Particles from the star were absorbed by the supermassive black hole, triggering a temporary feeding frenzy. The explosion allowed scientists to see the tiny black hole forming a disruptive orbit around its giant companion.

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Understanding black holes

„It's a different beast,” Pasam said. „It doesn't fit with anything we know about these systems. We see evidence of objects moving into and through the disk at different angles, challenging the traditional picture of a simple disk of gas around black holes. We think there's a large population of these systems out there.”

Overall, this cosmic hiccup paints a very dynamic and confusing picture of the lives of black holes. It serves as a compelling reminder of the complexity of the universe. Even amidst vast, silent space, countless hidden dramas emerge. These celestial events are patiently lingering, ready to overturn our established beliefs and change our grip on the universe.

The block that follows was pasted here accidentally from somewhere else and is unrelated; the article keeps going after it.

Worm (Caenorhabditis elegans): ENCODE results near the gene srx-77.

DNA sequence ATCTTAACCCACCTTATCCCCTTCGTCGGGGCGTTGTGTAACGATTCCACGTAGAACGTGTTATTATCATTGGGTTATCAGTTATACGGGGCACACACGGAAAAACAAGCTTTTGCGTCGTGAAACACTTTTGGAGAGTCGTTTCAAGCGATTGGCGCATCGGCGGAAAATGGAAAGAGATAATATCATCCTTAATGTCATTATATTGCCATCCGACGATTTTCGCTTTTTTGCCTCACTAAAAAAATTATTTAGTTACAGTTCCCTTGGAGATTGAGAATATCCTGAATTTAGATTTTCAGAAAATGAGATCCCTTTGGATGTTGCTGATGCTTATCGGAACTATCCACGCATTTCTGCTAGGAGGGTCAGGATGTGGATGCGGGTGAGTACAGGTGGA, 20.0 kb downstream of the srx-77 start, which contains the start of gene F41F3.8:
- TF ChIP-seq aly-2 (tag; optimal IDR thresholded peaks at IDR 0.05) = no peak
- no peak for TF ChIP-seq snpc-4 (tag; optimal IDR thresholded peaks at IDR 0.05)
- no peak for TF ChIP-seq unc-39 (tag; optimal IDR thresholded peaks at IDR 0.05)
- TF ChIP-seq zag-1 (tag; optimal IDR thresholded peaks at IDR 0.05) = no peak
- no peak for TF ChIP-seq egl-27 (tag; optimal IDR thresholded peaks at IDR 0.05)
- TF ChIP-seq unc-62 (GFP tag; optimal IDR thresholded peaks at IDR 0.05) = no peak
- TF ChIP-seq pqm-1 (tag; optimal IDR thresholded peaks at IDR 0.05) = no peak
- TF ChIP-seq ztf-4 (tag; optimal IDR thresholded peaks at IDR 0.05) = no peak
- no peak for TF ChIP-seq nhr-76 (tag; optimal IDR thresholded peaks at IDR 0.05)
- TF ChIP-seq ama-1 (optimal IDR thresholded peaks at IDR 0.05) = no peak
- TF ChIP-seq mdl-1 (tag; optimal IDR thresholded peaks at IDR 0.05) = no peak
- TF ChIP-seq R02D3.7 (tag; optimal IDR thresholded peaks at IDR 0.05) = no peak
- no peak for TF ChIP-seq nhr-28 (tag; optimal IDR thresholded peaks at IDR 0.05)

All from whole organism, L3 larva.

Another interesting phenomenon beyond cosmic hiccups

Besides cosmic hiccups, several phenomena associated with black holes fascinate scientists and the public alike:


The event horizon is the boundary around a black hole beyond which nothing can escape, not even light. Objects approaching a black hole are stretched into long, thin spaghetti-like shapes due to extreme gravitational differences along their length. This process is strangely called „spaghettification”.

Aggregation disks

These are hot, glowing discs of gas and dust that spiral into black holes. The black hole's intense gravity pulls on matter, which heats up and emits X-rays and other radiation, often observed by space telescopes.

Gravitational lensing